Monday, October 31, 2016

Down the Stacks #39: Daughter of the Forest

This week on Down the Stacks, we’re slipping into the realm of fairy tales while keeping one foot solidly in reality.  In ancient Ireland, near but not quite part of the clash between Christianity and Druidism, is The Daughter of the Forest by Juliet Marillier.

Somewhere deep in the forests of Ireland (or Erin as they call it in this story) lies the land of Severwanters, so named for the seven rivers that feed the lake at its heart.  Sevenwaters is ruled by Lord Colum, a normally fair and wise man haunted by the death of his beloved wife and often lured away to take part in the long-standing feud against the Britons who occupy three islands the Irish consider sacred ground.  Our protagonist in Daughter of the Forest is Sorcha, the seventh child and only daughter of Lord Colum who was essentially raised by her adoring brothers because their father is never around long.  Each of Colum’s children has a talent, and Sorcha’s is in medicine. She’s also well steeped in the stories of her people’s heroes and of the Fair Folk who play long games with mortals.
The story begins when Lord Colum’s men capture a young Briton lad and try to torture information out of him.  One of Sorcha’s brothers, Finbar, who is driven by an overwhelming sense of right and wrong, manages to sneak the Briton out of Sevenwaters to the hermitage of Father Brien, a Christian priest who taught Sorcha and her siblings to read and write and to speak English and has a powerful respect for the magic and Druidic traditions of Erin.  Sorcha is taken along to tend to the young Briton’s wounds, and for a while she does both that and try to heal the lad’s broken spirit.
One day, however, Sorcha is forced to return home because her father has found himself a new wife: the lady Oonagh.  This cold-eyed lady turns out to be a sorceress who has cast her charms over Lord Colum, and when Sorcha and her brothers try to act against her she curses the boys into the form of swans.  Sorcha escapes with her life and, appealing to the Fair Folk for help, is tasked with remaining completely silent until she completes the task of weaving six shirts from starwort, a flower whose stems are covered in tiny, painful spines.  Then, if things weren’t complicated enough, Sorcha eventually ends up more or less captured by the brother of the Briton she’d nursed and taken to England.  There, she must try to to complete her task while dealing with prejudice, accusations of witchcraft, and local politics.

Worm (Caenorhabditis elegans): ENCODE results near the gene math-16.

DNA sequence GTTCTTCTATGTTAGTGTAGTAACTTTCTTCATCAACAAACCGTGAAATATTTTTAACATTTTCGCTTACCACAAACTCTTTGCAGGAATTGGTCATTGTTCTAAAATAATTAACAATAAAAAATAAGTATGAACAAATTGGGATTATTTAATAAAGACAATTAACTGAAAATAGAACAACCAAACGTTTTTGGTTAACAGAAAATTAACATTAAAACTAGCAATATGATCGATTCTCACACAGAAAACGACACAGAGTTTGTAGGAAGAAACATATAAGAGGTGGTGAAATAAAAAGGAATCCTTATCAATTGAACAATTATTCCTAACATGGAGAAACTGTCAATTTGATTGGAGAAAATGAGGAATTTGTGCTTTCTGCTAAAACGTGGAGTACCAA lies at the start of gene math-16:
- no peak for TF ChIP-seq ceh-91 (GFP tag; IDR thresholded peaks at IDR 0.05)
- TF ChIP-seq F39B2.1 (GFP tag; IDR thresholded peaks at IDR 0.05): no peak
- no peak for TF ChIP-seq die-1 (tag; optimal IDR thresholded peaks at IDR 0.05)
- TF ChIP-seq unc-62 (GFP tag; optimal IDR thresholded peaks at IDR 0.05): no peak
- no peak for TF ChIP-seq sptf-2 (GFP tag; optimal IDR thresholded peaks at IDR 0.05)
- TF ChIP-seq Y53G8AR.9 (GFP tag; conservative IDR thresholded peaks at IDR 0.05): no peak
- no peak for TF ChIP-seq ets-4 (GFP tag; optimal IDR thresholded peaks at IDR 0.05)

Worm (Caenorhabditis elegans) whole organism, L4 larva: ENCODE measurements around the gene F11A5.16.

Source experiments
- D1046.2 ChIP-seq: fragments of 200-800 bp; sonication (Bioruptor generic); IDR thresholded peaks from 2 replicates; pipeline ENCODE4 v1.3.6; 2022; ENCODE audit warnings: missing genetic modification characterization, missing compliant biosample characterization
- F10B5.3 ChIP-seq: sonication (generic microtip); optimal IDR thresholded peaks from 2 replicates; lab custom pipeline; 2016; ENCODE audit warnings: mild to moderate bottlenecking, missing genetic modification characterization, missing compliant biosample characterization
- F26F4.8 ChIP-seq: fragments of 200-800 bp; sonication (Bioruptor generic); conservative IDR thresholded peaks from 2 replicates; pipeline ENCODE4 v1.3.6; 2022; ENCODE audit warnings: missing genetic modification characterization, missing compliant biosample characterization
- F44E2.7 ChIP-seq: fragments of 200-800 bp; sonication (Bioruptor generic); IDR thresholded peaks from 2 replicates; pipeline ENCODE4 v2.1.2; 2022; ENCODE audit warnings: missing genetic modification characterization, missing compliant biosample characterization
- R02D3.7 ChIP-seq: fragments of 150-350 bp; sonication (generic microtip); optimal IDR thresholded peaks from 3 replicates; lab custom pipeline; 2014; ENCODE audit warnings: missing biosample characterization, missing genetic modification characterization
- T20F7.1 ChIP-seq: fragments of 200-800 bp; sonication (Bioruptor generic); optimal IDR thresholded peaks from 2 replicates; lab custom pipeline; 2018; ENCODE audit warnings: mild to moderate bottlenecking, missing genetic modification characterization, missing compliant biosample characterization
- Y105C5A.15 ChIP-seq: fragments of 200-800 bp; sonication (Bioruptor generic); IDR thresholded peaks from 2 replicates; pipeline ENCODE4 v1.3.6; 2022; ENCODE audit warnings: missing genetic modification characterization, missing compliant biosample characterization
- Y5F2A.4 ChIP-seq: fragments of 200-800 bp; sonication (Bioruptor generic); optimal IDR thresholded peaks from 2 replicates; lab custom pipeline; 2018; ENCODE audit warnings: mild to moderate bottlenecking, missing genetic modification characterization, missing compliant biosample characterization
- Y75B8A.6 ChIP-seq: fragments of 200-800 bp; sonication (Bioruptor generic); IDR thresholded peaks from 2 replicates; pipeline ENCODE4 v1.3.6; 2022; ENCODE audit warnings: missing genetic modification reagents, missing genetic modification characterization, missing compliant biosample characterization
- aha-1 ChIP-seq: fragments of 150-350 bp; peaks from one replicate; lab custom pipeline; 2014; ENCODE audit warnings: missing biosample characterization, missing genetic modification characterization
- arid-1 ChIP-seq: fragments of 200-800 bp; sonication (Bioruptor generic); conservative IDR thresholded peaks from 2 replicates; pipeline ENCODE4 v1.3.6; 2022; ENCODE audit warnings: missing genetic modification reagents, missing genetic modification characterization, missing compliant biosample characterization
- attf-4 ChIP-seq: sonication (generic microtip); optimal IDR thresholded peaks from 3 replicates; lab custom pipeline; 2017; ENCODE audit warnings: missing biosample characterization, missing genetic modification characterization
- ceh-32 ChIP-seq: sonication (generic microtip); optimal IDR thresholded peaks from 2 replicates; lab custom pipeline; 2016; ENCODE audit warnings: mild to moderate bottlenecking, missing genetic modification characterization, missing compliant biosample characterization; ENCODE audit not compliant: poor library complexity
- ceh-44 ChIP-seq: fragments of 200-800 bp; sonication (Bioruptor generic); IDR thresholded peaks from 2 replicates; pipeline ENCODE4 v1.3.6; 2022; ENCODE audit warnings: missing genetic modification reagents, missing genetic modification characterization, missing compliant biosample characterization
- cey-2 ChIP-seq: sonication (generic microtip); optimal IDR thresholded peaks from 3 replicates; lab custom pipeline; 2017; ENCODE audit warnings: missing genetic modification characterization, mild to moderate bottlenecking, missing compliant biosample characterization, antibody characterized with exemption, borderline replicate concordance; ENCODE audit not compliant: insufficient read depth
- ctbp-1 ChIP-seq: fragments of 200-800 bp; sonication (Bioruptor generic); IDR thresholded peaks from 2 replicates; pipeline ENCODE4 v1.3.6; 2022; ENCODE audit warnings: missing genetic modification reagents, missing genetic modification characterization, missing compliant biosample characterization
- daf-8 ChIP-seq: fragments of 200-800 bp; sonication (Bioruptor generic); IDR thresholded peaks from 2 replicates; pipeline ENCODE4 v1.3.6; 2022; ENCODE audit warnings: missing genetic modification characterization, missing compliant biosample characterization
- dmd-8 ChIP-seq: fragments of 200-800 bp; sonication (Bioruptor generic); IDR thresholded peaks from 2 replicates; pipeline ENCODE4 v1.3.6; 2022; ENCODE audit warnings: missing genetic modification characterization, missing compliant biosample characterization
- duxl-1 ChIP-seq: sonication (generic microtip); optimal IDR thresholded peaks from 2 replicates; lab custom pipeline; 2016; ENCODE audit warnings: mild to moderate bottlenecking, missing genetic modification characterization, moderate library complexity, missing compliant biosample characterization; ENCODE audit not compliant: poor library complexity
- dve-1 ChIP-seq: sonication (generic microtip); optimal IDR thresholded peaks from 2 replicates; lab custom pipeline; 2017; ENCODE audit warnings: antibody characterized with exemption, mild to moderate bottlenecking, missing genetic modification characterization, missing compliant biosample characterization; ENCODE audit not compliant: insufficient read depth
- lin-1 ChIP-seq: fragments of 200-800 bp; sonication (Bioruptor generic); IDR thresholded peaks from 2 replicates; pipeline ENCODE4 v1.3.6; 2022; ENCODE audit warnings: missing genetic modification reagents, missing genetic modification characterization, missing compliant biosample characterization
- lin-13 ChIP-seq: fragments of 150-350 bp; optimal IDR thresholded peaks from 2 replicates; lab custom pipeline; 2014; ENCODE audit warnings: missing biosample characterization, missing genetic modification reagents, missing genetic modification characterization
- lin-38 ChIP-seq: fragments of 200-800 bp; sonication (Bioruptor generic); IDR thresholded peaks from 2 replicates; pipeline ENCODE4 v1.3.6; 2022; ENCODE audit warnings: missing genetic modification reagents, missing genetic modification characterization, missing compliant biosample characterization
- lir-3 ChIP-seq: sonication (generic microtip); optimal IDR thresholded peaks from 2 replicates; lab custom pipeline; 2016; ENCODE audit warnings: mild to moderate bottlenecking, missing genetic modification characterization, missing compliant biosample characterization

Daughter of the Forest is an expertly crafted story that takes a traditional folktale and builds around it a somewhat more realistic story.  Sorcha narrates the story from a point in the nebulous future, and she often slips in commentary about how stories like hers are often told and how her experience differs, usually for the worse.  Near the end, when things seem like they’re wrapping up, Sorcha notes that as her story starts making the rounds of her home town it quickly morphs in the telling to omit various details - like most of her experiences in Britain - and fit the traditional framework better.  It’s both a great story in the style of ancient epics and a mild deconstruction of them.

Sorcha, and her whole family, is characterized by a great strength of spirit that gives Sorcha the willpower to endure her trials without uttering a sound, but also can make them all quite stubborn about things and quick to anger over offences.  While Sorcha learns to keep her anger in check for her own sake, her brothers tend to be so belligerent on the rare occasions they’re allowed to resume human form that they’d likely declare war on the whole world if necessary to protect their sister.  It’s a justifiable attitude in some cases, but in others you just want to stuff a sock in their mouths so someone else can get a word in edgewise.
The cast of the British section of the story is enjoyable.  They run the whole spectrum from friendly and protective, like Red and Margery, to distrustful but bound by duty, like Lady Anne, to the pure slimeball that is Lord Richard of Northwoods.  They’re the cast of a story of love and intrigue that could stand on its own but is also well blended into the larger narrative of Sorcha.
Daughter of the Forest has some sequels, but the first book stands perfectly well by itself, so you could stop at the end and be satisfied or go out and find the next book to read the story of the next generation of Sevenwaters.

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